British Prime Minister David Cameron is calling some unusual characters on the carpet for the violence that rocked England this week: Twitter, Facebook, and Blackberry. In fact, social media played such a key role in the unrest that Cameron is considering blocking users from the systems to prevent violence in the future. "Everyone watching these horrific actions will be struck by how they were organized via social media," he told parliament yesterday. "When people are using social media for violence, we need to stop them." Officials are now examining "whether it would be right to stop people communicating via these websites and services when we know they are plotting violence, disorder, and criminality," said Cameron.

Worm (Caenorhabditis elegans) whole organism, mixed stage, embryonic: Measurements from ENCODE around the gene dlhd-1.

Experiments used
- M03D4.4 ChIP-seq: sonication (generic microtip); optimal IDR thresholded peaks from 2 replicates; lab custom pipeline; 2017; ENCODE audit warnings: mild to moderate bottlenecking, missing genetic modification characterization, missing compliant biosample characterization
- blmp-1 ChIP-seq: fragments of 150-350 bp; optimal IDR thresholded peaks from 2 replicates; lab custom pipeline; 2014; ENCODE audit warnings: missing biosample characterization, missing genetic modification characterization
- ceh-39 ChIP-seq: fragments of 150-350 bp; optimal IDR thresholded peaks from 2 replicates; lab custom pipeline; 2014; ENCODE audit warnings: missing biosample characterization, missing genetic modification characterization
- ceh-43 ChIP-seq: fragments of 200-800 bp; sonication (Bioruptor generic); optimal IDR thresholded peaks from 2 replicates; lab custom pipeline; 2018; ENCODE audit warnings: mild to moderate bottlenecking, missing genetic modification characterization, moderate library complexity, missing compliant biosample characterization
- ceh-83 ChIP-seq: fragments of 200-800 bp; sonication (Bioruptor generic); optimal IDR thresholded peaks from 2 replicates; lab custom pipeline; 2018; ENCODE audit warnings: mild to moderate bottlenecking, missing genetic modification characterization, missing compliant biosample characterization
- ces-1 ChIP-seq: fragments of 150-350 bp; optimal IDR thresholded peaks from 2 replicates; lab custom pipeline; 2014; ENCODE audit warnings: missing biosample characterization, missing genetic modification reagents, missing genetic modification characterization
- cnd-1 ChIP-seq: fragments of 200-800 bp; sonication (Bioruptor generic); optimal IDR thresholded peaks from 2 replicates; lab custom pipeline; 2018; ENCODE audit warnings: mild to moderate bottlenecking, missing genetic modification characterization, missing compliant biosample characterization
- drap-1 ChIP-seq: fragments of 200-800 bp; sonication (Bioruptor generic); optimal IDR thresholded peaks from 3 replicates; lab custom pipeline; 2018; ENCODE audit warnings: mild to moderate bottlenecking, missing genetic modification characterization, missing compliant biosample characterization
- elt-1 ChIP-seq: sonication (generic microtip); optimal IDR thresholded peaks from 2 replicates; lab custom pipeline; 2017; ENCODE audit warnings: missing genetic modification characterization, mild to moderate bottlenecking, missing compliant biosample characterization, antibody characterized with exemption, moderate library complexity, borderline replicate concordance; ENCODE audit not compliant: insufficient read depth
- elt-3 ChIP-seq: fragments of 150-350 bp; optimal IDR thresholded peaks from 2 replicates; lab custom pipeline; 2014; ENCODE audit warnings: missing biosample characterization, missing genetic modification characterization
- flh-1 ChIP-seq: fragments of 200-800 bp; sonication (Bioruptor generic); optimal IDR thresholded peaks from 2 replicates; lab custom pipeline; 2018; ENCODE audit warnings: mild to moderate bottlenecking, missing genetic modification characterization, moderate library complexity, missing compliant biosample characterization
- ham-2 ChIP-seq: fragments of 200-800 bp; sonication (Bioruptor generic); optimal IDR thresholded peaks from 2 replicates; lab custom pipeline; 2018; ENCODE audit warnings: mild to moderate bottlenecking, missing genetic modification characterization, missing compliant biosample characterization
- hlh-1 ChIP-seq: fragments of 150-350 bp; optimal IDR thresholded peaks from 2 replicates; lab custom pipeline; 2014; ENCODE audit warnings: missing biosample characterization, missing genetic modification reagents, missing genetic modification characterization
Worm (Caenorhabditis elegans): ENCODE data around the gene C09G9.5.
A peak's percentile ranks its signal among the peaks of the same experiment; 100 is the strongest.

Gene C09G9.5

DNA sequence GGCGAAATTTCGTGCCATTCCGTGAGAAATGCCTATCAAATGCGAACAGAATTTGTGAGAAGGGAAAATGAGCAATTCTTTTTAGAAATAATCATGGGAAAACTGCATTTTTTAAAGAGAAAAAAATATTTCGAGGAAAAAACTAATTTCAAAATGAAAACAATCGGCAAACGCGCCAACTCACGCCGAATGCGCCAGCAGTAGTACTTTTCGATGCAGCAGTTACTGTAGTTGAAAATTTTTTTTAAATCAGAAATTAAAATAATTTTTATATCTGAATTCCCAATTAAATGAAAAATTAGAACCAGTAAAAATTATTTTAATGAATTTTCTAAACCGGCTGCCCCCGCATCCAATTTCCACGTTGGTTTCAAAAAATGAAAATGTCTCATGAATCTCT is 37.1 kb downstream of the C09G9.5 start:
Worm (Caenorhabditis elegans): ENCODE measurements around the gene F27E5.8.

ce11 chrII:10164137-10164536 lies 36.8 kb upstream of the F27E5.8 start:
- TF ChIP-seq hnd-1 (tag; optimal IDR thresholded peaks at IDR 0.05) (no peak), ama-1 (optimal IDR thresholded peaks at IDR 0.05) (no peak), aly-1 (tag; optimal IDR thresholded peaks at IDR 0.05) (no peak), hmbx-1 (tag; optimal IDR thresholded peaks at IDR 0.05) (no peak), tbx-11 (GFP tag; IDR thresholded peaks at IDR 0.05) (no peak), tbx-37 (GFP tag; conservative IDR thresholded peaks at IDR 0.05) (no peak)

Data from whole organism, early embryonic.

It's not yet clear exactly what that might involve—whether the systems could somehow be suspended or certain users blocked. The general idea apparently has wide-ranging support, even among the opposition, notes CNN. "Free speech is central to our democracy, but so is public safety and security," said a Labor official. Twitter has refused to block accounts or delete posts, but Facebook said it has already shut down pages that incite violence. Research in Motion's Inside Blackberry blog was hacked this week after company officials agreed to work with police to help identify rioters who used Blackberry Messenger for a call to violence.